Then there are the photos posted in the sheriff’s office official Facebook page that shows deputies, administrative staff, their guests and even Sheriff J.D. “Danny” Diggs not wearing masks or socially distancing.

Lyons reiterated the mask use is up to the discretion of the individual and as for wearing a mask inside, the sheriff’s office doesn’t require it in the office building.

“I believe in the governor’s order, it exempts those working in government buildings,” Lyons said. “We’ve got a secure area in this building that the public can’t walk into.”

But even in the public area, it’s up to the deputy’s discretion if they choose to wear or not wear a mask, he added.

The sheriff’s office’s Facebook page shows deputies, the sheriff, with no face coverings posing for photos with people who were visiting the office.

Lyons said no one has recently tested positive for the coronavirus. The most recent cases were back in April where five courthouse deputies and one civilian, a deputy’s wife, tested positive. They have all since returned to work.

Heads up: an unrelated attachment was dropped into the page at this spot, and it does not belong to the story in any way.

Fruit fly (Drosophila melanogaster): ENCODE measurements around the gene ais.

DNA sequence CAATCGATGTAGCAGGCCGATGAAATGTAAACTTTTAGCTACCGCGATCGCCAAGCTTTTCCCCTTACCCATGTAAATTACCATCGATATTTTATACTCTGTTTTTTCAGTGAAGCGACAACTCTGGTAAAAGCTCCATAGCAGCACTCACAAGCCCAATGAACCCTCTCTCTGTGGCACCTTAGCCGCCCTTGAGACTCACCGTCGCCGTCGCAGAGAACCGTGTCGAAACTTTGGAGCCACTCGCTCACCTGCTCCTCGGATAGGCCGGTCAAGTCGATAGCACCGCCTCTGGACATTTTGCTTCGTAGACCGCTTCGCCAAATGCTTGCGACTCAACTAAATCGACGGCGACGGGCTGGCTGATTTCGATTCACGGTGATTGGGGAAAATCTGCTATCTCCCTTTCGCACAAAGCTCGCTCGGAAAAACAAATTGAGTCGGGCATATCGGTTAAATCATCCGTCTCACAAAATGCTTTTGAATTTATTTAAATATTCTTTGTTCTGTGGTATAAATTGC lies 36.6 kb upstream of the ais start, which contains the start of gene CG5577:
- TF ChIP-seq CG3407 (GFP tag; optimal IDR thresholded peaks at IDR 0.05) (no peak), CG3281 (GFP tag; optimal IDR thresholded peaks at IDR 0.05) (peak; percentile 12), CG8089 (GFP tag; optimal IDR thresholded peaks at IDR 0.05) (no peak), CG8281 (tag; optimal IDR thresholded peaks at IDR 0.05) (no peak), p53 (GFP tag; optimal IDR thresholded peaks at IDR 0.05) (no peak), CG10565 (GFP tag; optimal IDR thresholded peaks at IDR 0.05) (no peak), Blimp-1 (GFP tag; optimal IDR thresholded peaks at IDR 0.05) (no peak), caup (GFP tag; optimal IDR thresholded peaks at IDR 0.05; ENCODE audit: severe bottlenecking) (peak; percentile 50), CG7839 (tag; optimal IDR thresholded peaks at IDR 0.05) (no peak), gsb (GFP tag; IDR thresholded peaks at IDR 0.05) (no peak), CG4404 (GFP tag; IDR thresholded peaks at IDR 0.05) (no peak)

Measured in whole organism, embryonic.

When asked if Diggs had tested positive, Lyons said no.

“That’s ridiculous question,” Lyons said. “If he had tested positive, believe me, I’m sure that would be publicly known.”

Law enforcement officers have to interact with the public on a daily basis, which means they have one vital form of protection from the coronavirus pandemic: masks.

Officials from both police departments in Williamsburg and James City County said officers follow the same mask procedures and instructions as regular county employees.

In James City County, that means officers are required to wear masks inside county facilities and encouraged to practice social distancing as much as possible, according to the county’s website. Employees are required to wear cloth or other face coverings in areas where social distancing measures might be difficult or while conducting business outside county facilities. 

Those policies have changed since the pandemic first started, said Renee Dallman, spokeswoman for the county.